Updike had his Golf Dreams, and Bob Waite, who writes for The Local News in the North Shore area, had his own Updike dream to share with readers on July 13, 2023.

“In the dream, I discovered an unpublished John Updike manuscript titled Threesomes in his old office above the Choate Bridge Pub.

“My excitement was palpable. Could this be the long-awaited sequel to Couples, Updike’s 1968 novel chronicling the intertwining of 10 couples in a town called Tarbox? A town that bore a striking resemblance to Ipswich?

Couples also bore a passing resemblance to another New England-set potboiler, Grace Metalious’ Peyton Place, which came out when Mia Farrow was as pre-teen and Woody Allen was still funny. Except Couples was better written and more explicit.”

Read the full article.

Washington Post reviewer considers Richard Ford’s Frank Bascombe alongside Updike’s Harry Angstrom

The Washington Post has a paywall, but if you’re a subscriber you might want to read John Williams’ thoughtful extended review of Richard Ford’s newest book, Be Mine: “A Eulogy for everymen: Updike’s Rabbit and Ford’s Frank Bascombe.”

Calling the two fictional characters “quintessentially 20th-century protagonists,” Williams began by establishing a relationship between the two:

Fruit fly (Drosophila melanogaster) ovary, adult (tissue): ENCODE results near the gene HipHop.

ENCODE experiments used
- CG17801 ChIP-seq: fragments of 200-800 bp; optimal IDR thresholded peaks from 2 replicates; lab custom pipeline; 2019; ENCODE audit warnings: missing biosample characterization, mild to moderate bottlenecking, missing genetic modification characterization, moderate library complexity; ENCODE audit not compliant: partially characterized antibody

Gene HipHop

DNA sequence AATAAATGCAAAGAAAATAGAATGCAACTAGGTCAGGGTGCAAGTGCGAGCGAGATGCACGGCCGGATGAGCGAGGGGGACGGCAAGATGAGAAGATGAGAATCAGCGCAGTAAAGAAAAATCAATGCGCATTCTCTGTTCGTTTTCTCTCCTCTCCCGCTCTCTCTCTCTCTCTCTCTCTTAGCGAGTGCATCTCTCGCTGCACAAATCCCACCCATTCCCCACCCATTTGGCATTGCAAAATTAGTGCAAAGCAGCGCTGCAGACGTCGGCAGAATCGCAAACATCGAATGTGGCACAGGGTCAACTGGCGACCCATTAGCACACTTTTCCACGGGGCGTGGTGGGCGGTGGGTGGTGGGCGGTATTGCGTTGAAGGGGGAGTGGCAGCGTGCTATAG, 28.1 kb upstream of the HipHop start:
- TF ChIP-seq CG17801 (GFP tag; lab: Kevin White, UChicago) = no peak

“Harry “Rabbit” Angstrom and Frank Bascombe have been mentioned together quite often for two men who don’t have all that much in common. John Updike introduced Angstrom in 1960 in Rabbit, Run, the first book in his vaunted series about a suburban salesman. Richard Ford, who was only 16 in 1960, has just published Be Mine, the fifth book featuring his garrulous, uncannily even-tempered narrator Bascombe, who first appeared in The Sportswriter.

“In 2014, Ford told the New Yorker that the relationship between his books and Updike’s was “complicated,” elaborating: “I have to say, with no reluctance, that if John hadn’t written the Rabbit books I might not have thought (as his contemporary) that three, then four, books about a real-estate salesman in New Jersey could be plausible.” He went on to highly praise Updike but also noted that he had read only one of the four Rabbit novels all the way through.

“Aside from the obvious fact that they are protagonists of multivolume series by popular and acclaimed writers, Rabbit and Frank have been linked throughout the years by what they’ve been taken to represent: Each has been called an ‘everyman’ too many times to count. It’s a word — and a projection — redolent of the 20th century. We’re too culturally atomized now to expect even broadly drawn individuals to reflect our collective life in any meaningful way, and of course those labeled ‘everyman’ have nearly always been White suburban males, whose relevance as cultural avatars (much less weathervanes) has been in steep decline. This all leaves aside the fact that Ford and Updike have both written eloquently to say that these characters are not meant to represent anything but themselves.”

Read the whole article.